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Put your new skills to the test as you conclude by building a full game. Download Code:. Probably the links are to be a lit bit freasher Sam's Hackers Handbook Product Details: Paperback pages September 30, Publisher: Sams Language: English ISBN: Synopsis: A tongue-in-cheek guide for wannabe hackers on how to live an alternative digital lifestyle in the underworld of the Internet by reviewing codenames, attire, and the cryptic language used in chat rooms also details practical jokes to play on the desktop and really annoying tricks.

Most Dummies Books! And of course, don't forget to explore the "other" directories on the ftp listed above for "goodies" and then you can thank "me. Another site with a lot of it-related e-books brand new. NET v. Cookies must be On. All registered users receive small site announces by e-mail by default and can unsubscribe anytime. All new registration requests are premoderated.

During week-end I am away and can approve requests on Monday. You can register here. PS: Free registration closed now. You can donate this site and gain access or looking for these books anywhere bye NeO. Delivering an accurate introduction to the current state-of-the-art in modern cryptography, the book offers you a practical understanding of essential tools and applications to help you with your daily work.

You also find complete coverage of the underpinnings and basic principles of cryptography to help you fully master the material. Additionally, the book is supported with over equations, more than 60 illustrations, and numerous time-saving URLs that connect you to Web sites with related information. Macromedia Dreamweaver MX Unleashed is the first complete reference guide to cover Dreamweaver MX's new and powerful features that aid in server-side programming, as well as strategies for designing, managing and developing sophisticated Web sites.

A reference for advanced users on complex application development techniques, this book guides developers into the realm of dynamic sites enabling a richer experience for the end user. Developers learn how to collect information from a user and personalize their Web experience and how to use Dreamweaver MX management tools that aren't thoroughly covered in other intermediate-level Dreamweaver books.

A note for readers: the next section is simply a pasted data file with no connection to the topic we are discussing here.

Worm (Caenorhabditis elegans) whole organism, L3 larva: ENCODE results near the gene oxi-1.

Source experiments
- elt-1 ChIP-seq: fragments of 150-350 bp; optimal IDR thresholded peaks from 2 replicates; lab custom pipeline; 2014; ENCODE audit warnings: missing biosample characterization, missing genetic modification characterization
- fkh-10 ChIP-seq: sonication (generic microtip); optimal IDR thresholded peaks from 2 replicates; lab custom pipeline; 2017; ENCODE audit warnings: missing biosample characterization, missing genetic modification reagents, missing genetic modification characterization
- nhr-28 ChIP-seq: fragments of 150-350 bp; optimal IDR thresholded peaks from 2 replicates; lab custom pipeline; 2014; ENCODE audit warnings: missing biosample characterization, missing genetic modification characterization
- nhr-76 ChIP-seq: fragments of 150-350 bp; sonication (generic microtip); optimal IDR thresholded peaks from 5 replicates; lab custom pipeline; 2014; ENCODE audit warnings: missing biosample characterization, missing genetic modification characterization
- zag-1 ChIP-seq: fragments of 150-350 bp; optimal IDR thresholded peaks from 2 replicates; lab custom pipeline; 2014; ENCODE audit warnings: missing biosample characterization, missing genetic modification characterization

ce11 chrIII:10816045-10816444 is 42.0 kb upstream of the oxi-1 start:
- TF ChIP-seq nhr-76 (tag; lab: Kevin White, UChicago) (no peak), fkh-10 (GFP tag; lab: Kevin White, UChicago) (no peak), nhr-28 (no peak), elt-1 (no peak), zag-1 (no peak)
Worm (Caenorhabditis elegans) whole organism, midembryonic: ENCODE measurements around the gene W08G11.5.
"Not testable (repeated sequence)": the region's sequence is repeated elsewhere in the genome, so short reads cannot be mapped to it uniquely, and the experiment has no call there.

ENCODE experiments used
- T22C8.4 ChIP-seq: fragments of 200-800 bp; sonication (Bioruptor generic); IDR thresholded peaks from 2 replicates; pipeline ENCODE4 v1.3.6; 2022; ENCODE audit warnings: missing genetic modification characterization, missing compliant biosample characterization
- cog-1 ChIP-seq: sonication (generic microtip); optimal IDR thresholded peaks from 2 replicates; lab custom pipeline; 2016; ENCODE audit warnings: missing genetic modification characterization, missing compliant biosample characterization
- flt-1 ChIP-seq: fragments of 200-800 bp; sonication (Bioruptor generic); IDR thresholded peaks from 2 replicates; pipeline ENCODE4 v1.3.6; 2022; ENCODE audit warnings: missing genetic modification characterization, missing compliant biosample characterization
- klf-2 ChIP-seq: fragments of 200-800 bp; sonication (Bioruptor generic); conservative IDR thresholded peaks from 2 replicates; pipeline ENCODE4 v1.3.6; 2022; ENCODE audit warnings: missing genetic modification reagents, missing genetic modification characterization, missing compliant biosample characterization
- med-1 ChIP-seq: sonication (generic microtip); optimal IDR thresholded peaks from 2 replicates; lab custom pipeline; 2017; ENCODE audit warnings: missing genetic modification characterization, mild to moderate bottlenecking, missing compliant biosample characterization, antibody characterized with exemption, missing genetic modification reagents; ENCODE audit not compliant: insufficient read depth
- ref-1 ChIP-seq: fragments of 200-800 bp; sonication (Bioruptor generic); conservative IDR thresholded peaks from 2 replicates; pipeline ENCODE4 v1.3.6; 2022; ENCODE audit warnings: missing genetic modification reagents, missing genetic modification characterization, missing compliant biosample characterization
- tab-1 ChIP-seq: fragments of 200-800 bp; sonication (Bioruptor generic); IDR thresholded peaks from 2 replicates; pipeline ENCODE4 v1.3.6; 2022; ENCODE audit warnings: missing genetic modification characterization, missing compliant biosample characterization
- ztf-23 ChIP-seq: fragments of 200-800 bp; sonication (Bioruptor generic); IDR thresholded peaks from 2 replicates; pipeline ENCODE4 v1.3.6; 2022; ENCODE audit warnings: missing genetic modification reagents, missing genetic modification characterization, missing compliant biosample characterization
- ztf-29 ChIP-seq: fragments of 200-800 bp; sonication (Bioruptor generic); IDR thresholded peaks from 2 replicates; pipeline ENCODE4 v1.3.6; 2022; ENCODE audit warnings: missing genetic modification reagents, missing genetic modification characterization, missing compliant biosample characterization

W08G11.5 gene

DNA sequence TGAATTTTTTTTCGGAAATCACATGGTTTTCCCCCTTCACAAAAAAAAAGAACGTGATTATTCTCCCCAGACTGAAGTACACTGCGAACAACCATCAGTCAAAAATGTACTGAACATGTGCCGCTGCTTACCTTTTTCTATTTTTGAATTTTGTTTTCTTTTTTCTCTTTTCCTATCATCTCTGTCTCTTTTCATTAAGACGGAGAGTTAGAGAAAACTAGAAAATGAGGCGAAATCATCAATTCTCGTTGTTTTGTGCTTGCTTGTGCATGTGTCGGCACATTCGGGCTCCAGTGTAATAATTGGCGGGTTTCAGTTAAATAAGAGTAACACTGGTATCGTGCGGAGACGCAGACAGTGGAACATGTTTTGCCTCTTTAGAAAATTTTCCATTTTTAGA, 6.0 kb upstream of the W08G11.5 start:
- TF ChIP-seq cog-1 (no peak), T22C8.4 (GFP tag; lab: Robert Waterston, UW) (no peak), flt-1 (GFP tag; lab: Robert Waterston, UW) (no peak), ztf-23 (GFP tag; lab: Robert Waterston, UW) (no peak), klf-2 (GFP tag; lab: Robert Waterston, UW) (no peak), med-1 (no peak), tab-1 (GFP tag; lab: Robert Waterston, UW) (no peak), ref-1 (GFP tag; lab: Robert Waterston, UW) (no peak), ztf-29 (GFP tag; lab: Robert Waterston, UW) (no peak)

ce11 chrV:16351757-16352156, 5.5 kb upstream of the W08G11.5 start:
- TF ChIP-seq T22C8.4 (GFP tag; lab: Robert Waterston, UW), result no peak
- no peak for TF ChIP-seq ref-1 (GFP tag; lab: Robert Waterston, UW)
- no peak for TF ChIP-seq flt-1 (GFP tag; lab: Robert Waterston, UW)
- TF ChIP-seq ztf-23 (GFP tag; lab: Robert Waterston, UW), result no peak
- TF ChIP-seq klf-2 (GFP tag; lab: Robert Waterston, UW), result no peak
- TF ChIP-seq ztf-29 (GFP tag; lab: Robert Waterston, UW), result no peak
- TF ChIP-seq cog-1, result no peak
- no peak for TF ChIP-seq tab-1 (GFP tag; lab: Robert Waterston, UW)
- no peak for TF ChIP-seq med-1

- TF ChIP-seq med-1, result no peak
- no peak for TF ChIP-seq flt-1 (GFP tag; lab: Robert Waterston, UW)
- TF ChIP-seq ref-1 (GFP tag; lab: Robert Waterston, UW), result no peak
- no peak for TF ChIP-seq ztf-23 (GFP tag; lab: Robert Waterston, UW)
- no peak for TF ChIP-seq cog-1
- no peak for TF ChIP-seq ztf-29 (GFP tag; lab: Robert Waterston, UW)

Using Your Downtime So, what are study skills, and why do you need them? Read on. While your subject of study is concerned with what you learn, study skills are to do with how you learn. Study skills help you use the content of your course as efficiently as possible, so that you get the most out of the efforts you put into your work. They provide you with a basic toolkit of resources to select from and apply to any situation, and each new situation gives you more practice and more confidence in yourself.

The skills you practise at college or university will also stand you in good stead in the world of work afterwards.

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They can help you, for instance, present yourself well at interview, network effectively or challenge with confidence the small print in contracts or other documents. For most people, going to college or university is their first experience of independence and it can be daunting as well as exciting. For this reason, in this book I take a broad view of study skills so as to include wellbeing as a basic requirement for fruitful studies.